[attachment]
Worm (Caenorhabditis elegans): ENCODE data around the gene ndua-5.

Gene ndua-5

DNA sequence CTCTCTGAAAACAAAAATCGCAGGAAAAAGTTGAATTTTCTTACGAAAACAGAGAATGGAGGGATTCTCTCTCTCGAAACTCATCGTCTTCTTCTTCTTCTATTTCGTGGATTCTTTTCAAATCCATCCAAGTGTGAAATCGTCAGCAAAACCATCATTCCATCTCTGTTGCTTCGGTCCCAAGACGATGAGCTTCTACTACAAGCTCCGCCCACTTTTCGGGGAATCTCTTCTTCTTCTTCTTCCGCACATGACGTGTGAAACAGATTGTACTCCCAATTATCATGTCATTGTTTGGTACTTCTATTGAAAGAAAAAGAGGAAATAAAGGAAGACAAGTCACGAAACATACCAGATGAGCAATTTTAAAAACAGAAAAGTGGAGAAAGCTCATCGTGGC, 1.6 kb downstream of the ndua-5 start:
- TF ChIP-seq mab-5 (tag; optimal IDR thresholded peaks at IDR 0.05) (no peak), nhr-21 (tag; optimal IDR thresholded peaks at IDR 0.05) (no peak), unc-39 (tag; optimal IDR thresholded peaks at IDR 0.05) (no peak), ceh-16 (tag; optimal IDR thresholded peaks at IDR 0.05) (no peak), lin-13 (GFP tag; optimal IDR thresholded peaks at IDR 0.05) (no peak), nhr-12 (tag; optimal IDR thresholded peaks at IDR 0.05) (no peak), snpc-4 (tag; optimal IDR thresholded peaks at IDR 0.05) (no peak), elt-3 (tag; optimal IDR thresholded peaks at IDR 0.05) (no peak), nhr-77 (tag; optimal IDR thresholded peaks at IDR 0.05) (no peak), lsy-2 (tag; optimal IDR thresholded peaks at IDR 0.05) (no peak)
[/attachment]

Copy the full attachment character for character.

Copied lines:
Worm (Caenorhabditis elegans): ENCODE data around the gene ndua-5.

Gene ndua-5

DNA sequence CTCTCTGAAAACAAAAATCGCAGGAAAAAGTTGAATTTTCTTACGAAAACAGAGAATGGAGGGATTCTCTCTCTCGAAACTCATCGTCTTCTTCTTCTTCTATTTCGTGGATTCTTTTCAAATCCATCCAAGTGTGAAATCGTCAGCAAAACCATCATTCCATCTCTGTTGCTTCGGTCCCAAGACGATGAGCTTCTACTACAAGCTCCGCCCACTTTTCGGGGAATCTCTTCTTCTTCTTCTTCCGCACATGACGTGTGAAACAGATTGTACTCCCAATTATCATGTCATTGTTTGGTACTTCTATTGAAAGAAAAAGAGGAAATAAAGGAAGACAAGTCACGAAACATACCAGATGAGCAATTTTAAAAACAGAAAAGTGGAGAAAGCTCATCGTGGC, 1.6 kb downstream of the ndua-5 start:
- TF ChIP-seq mab-5 (tag; optimal IDR thresholded peaks at IDR 0.05) (no peak), nhr-21 (tag; optimal IDR thresholded peaks at IDR 0.05) (no peak), unc-39 (tag; optimal IDR thresholded peaks at IDR 0.05) (no peak), ceh-16 (tag; optimal IDR thresholded peaks at IDR 0.05) (no peak), lin-13 (GFP tag; optimal IDR thresholded peaks at IDR 0.05) (no peak), nhr-12 (tag; optimal IDR thresholded peaks at IDR 0.05) (no peak), snpc-4 (tag; optimal IDR thresholded peaks at IDR 0.05) (no peak), elt-3 (tag; optimal IDR thresholded peaks at IDR 0.05) (no peak), nhr-77 (tag; optimal IDR thresholded peaks at IDR 0.05) (no peak), lsy-2 (tag; optimal IDR thresholded peaks at IDR 0.05) (no peak)